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The MBUX infotainment is retained from the standard GLS, which got its setup from the current-generation S-Class with two large 12.3-inch touch screens—one behind the wheel, the other flanking the driver. The system, like its sibling, isn’t as intuitive as others, but you get used to it. If the native operating system isn’t your jam, Apple CarPlay and Android Auto are ready to take over. There’s also an inductive charge mat beneath the HVAC controls which made charging my phone simple and efficient. 

Apart from the driver, there’s room for six others counting the passenger and the rear seats, all of which have more than enough leg and headroom to spare. The middle seats, those directly behind the driver, also have access to the GLS 63’s infotainment via touchscreens. Unlike the GLE 63 S I tested, though, the GLS 63 only had the standard Burmester Surround Sound audio system, not the upmarket 3-D version. The differences between the two are noticeable, with the standard system offering good, but far from great fidelity. My take, get the 3-D Burmester, you’ll be happier. 

There’s a heft to it you feel when you're behind the wheel, a luxurious weight that gives you the impression you could smash through a brick wall, level a city block or cruise through a minefield, setting off the triggers without nary a scratch inflicted on its precious paint. It's a tank. A fast tank.

Steering is direct, though entirely numb. There isn’t a solution to this without the steering becoming semi-truck-heavy and turning off would-be buyers. 

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Put your foot down and you’ll catch sleeping Porsche 911 owners by surprise, as this baby boogies. Even though it weighs three tons, 811 lb-ft isn’t something to shake your fist at, and you’ll find you use the EQ-Boost more often than not just for the quick thrill. The horsepower never really comes into play, and it wouldn’t here in the United States—all that power is for Autobahns and we’re fresh out of those. It's the acceleration that thrills, a relentless wave surging forth.

What truly makes the GLS 63 more special than its competition is that 48V system and its integration with the electronic adaptive suspension elements. In Comfort, jarring potholes, teeth-chattering pockmarked pavement, and abrupt tarmac transitions spilling your morning latte are things of the past. The big Mercedes soaks them up in such a way that you’ll never feel the disturbance. Oddly enough, it’s similar to how a modern trophy truck feels, where its suspension is working overtime but absorbs each undulation, never sending those jolts into the cabin. There are, of course, other settings for stiffer rides, but for 99 percent of your ownership, Comfort is the place to be.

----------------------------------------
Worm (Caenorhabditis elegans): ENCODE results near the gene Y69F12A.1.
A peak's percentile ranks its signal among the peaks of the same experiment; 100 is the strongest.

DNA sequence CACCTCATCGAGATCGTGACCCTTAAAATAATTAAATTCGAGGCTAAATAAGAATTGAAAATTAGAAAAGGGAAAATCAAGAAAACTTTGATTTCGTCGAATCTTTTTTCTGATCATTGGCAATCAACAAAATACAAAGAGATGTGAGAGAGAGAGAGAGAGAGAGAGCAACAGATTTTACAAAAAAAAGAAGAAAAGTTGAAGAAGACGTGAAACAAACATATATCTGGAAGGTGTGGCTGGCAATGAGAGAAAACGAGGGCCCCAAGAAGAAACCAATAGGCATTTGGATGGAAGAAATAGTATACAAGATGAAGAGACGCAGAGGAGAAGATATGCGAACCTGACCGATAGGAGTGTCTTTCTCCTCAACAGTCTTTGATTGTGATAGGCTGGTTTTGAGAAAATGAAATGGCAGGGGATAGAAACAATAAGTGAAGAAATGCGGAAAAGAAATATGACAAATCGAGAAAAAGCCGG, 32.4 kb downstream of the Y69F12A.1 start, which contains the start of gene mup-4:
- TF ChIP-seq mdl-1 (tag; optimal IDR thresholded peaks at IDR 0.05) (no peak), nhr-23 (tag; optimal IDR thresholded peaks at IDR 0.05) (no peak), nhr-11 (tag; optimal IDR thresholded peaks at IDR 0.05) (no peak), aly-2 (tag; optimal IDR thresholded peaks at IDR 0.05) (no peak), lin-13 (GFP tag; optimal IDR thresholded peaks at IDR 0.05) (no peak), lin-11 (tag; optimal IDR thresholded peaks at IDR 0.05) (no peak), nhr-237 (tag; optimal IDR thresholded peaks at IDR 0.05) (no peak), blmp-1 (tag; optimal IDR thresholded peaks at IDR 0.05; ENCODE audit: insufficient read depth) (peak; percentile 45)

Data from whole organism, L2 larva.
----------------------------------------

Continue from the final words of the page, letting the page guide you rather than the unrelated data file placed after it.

I started my day at the edge of the Pacific Ocean, dove deep into the glitz and glamor of Beverly Hills, became another drone on the freeway jamming to Prince as I inched forward every half hour, and finally ended the day 20 miles south of where I started, once again at the Pacific. 

Was there a better route for the 2021 Mercedes-AMG GLS 63? Probably. At least there was likely a more entertaining, less congested one. Yet most owners will never drive as dynamically as most auto writers do during these first tests. So in the end, the traffic was worth it, because it proved that the GLS 63 is also worth it.

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Starting at $132,000, the GLS 63 isn’t cheap, but it's also not outlandish for its segment. And because of that trick 48V system, it actually feels like a steal as few full-size luxury SUVs are as comfortable as the GLS 63. Fewer still offer the sort of performance capabilities that it has in spades, too. 

Honestly, I should have more issues with it, especially since all that stop-and-go traffic gave me plenty of time to pick nits. I should’ve gotten cranky by hour three and started trashing the interior, the design, or something about the infotainment. I should've wondered what exactly this behemoth was doing that an S-Class or GLE couldn't, besides seating seven. 

I should be shaking my fist at the uncaring sky while sitting stationary on the 110 freeway. But I can’t—the GLS 63 is too good.